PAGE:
Council debt to peak at $600m

The Dunedin City Council and its companies are about to reach the top of a $600 million debt mountain and start down the other side.

However, it was likely to be years before there was room on the council's books for any major new projects, potentially leaving the council exposed if "something untoward came along", Mayor Dave Cull said.

Council figures showed consolidated debt - spread across the council and its companies - had risen to $616 million by the end of the 2011-12 financial year on June 30, including core council debt of $216 million.

Overall debt was expected to peak in the next eight months, but would then begin a gradual decline as two decades of major capital projects and upgrades came to an end.

The details are contained in the council's latest annual report, for the year to June 30, to be considered at today's full council meeting.

Core council debt paid for upgrades to the Tahuna wastewater treatment plant, the Toitu Otago Settlers Museum and Dunedin Town Hall, among other projects, the report said.

Overall debt also included $146.6 million of stadium debt transferred to Dunedin Venues Ltd this year, and debt spread across the council-owned Dunedin City Holdings Ltd group of companies.

However, Mr Cull and council chief executive Paul Orders said overall debt would begin a steady decline in the 2013-14 financial year, helped by a "stringent" programme of debt repayment.

"For the first time in recent years, the council will be repaying more debt annually than it is drawing down," they said in the annual report.

It was expected to take a decade to reduce debt to a more acceptable level, but Mr Cull said last night the turnaround was "really significant".

"I think it's about a different attitude to debt." His comments came after unease at local authority debt levels prompted the Government this year to unveil plans to reform the sector and tackle the problem.

Mr Orders' appointment last year had added fuel to cost-cutting efforts under way within the council, and helped slash this year's possible 11.9% rates rise to 4.9% by the time budgets were confirmed. Deferring some major capital spending plans - such as a new Mosgiel pool - had also helped ease debt demands, as had the decision to increase stadium debt repayments by $1 million a year.

That reduced the loan term from 40 to 23 years and would save about $100 million in interest payments. Mr Cull said those kinds of changes helped reduce overall debt faster than expected, and meant consolidated debt would be about $40 million lower than expected by 2014-15.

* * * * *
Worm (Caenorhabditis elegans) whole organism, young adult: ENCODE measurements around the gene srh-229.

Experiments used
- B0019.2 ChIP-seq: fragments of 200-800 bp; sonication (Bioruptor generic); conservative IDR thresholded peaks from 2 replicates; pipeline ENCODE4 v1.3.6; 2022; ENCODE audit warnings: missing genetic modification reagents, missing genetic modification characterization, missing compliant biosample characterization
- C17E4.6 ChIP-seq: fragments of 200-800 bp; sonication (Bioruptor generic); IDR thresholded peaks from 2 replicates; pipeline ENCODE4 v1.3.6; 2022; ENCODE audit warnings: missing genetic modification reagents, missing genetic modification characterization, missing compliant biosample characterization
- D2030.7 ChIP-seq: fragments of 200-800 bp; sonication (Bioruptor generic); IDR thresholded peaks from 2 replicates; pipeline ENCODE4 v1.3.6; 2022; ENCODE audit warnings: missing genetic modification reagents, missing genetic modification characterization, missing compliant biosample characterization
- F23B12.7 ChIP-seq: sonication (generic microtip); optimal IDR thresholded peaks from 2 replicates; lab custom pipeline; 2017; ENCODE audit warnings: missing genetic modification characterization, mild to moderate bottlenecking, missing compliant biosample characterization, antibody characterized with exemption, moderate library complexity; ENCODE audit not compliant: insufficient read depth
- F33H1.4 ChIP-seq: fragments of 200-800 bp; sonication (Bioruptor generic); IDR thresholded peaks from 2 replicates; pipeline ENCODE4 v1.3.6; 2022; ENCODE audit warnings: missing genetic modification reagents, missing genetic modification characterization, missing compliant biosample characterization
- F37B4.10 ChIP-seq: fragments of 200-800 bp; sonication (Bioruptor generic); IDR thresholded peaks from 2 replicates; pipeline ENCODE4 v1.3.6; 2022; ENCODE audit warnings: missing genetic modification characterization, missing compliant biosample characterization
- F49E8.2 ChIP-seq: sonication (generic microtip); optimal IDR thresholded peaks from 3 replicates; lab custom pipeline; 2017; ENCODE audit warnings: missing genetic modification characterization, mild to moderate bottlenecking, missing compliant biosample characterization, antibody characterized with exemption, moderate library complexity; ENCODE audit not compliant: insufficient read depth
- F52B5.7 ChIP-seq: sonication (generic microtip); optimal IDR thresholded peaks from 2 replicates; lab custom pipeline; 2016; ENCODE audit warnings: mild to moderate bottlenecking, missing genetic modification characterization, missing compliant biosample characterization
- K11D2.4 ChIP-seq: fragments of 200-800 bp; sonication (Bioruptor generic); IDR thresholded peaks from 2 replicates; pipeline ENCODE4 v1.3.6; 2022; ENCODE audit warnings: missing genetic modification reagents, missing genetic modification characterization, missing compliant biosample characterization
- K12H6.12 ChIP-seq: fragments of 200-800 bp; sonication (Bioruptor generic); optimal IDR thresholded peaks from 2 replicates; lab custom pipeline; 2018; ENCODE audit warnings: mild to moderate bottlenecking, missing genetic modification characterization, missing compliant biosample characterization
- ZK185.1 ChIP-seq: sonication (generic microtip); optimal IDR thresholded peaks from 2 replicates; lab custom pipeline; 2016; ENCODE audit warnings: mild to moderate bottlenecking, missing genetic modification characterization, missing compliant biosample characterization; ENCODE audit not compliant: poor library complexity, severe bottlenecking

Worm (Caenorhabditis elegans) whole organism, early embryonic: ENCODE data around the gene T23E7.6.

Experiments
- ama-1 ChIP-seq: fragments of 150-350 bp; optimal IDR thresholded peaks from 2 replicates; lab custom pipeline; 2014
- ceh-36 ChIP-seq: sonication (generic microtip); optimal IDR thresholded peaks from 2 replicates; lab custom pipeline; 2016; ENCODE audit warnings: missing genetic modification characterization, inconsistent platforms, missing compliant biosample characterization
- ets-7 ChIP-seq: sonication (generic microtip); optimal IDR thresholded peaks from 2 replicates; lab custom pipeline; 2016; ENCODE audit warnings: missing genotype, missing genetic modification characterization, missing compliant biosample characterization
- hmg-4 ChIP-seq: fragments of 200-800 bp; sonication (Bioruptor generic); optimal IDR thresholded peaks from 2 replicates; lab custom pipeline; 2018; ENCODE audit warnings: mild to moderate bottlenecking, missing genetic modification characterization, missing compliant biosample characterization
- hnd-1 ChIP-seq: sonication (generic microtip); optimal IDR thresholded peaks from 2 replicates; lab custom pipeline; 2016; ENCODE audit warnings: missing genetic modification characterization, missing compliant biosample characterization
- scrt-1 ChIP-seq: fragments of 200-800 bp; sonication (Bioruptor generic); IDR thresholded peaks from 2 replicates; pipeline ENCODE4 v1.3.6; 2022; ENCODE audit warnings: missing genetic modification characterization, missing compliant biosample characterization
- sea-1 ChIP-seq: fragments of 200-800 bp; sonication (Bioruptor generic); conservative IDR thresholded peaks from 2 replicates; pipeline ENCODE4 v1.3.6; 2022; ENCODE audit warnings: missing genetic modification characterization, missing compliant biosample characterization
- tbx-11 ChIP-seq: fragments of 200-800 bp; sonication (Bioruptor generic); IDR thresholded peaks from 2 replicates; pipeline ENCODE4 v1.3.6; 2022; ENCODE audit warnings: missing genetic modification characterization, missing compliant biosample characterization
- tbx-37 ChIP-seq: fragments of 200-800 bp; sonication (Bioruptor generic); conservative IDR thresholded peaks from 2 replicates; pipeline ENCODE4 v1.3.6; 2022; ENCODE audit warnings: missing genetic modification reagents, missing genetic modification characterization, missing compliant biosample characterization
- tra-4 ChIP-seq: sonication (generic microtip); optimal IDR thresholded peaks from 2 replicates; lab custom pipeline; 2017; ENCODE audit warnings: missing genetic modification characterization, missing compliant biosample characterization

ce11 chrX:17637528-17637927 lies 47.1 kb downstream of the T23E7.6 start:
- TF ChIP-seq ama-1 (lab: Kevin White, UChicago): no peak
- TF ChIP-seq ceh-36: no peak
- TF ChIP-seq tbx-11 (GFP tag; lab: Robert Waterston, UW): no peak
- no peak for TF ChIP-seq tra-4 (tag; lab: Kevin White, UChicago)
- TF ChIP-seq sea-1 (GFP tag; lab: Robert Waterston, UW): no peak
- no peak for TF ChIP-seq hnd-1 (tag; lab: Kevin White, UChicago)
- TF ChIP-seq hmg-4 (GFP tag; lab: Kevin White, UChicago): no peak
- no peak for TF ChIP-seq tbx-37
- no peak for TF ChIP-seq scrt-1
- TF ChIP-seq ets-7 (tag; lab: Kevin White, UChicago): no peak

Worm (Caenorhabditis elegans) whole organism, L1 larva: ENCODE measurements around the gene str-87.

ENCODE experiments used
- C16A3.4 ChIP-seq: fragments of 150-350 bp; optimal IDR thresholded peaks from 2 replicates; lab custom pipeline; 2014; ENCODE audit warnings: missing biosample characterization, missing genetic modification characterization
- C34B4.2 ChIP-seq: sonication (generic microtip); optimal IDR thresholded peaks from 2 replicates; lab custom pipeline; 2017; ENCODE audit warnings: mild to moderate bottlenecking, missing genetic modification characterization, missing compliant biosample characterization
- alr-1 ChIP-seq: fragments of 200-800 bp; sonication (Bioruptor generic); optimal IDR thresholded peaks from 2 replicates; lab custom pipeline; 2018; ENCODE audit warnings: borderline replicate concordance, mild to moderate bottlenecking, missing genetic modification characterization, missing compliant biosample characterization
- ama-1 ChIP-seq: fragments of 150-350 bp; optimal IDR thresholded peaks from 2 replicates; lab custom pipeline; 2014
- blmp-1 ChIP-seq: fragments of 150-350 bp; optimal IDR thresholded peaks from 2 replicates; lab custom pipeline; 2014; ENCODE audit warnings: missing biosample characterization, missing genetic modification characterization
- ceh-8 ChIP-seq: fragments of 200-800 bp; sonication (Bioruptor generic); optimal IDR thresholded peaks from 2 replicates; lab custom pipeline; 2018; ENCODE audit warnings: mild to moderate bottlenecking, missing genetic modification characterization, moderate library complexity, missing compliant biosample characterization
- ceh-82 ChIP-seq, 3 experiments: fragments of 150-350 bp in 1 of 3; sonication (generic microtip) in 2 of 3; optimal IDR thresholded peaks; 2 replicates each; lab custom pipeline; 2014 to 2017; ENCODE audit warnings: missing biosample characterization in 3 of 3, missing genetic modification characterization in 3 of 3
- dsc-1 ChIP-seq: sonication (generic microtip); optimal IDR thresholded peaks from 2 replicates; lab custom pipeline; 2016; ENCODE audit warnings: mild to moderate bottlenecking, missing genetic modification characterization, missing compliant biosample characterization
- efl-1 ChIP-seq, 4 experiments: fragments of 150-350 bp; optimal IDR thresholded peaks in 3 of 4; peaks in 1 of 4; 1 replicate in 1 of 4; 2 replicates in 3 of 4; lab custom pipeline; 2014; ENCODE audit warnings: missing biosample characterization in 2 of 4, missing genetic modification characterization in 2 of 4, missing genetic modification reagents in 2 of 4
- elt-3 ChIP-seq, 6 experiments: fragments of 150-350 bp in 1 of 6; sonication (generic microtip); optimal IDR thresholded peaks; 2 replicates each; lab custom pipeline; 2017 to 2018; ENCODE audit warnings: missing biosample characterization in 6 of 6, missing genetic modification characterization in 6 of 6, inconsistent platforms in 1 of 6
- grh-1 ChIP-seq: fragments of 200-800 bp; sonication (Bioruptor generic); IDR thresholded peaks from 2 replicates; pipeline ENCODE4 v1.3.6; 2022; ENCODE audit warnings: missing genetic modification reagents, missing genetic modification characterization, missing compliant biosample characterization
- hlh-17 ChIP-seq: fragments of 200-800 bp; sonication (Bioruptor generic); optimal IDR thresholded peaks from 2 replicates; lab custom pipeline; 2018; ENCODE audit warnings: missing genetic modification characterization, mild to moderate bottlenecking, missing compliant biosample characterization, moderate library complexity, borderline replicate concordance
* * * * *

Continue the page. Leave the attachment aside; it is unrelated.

The council had, this term, realised the need for more "headroom" in its budgets, to respond to any unforeseen demand for spending.

A period of consolidation was likely to last five or six years before there was room for major new projects, if required.

The council would have to rely more on partnerships and other ways of funding projects such as those identified in the city's new economic development strategy.

"The city can't afford to just stand still," Mr Cull said.

Cr Syd Brown, finance, strategy and development committee chairman, believed recent spending meant the city entered consolidation with upgraded facilities that met modern requirements. He would like to see core council debt drop to about $150 million, in line with the council's budget to 2021.

There was no pressing community demand for major spending, or spending required by new government legislation, but predicting the future was "crystal ball-gazing", Cr Brown said.

Audit New Zealand warned this year the council might be forced to take on more debt if a major natural disaster struck, given the city's $1.5 billion network of above- and below-ground assets was uninsured. Mr Cull said yesterday all councils were in the same boat, but Dunedin "could be" exposed if "something untoward came along".

"I would like to get the city into a more comfortable position."

Council debt

Cr Neil Collins said he had "skimmed through" the reports, but was reluctant to comment.

"There's nothing that can be done, really. I guess wiser minds than mine know what they are doing."

Some hope!

He was elected on behalf of the community to be that wiser mind - maybe this explains the mess.


Council spending

The new CEO is on the right track, all we need do now is replace the remaining councillors that made the mess in the first place.